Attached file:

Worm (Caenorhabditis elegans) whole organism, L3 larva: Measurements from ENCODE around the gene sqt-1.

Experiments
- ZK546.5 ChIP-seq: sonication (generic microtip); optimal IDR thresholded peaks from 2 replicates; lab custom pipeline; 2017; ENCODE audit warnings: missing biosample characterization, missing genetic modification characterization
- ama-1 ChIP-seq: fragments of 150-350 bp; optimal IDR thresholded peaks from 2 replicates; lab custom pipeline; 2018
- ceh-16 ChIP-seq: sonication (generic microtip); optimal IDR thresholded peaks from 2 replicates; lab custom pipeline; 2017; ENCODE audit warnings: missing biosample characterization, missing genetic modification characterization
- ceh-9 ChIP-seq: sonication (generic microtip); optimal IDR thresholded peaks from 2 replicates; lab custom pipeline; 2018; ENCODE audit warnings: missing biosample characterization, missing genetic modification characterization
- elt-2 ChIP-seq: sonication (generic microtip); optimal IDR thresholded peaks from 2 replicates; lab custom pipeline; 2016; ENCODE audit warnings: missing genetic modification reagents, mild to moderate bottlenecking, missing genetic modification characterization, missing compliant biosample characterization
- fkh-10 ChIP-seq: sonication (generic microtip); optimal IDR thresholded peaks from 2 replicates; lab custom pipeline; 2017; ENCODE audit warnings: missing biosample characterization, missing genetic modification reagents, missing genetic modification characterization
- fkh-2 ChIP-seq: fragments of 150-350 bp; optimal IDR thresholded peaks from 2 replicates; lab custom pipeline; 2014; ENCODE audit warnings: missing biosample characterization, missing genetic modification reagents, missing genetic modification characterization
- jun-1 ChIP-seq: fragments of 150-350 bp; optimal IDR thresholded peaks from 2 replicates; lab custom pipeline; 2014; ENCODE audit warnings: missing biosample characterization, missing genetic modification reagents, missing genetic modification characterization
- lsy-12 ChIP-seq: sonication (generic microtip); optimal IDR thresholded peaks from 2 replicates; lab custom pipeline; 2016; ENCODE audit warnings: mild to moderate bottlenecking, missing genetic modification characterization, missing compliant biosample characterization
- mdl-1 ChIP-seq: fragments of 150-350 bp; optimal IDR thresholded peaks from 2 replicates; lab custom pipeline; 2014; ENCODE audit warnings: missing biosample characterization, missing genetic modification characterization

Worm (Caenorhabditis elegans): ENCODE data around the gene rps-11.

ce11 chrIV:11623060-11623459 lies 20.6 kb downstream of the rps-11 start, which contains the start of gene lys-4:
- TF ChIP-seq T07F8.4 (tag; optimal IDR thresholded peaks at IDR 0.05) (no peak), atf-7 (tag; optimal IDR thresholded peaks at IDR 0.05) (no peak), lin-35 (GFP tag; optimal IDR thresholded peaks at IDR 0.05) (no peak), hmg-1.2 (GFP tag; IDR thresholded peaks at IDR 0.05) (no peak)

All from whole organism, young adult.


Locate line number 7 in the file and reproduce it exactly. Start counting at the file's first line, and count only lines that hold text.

- elt-2 ChIP-seq: sonication (generic microtip); optimal IDR thresholded peaks from 2 replicates; lab custom pipeline; 2016; ENCODE audit warnings: missing genetic modification reagents, mild to moderate bottlenecking, missing genetic modification characterization, missing compliant biosample characterization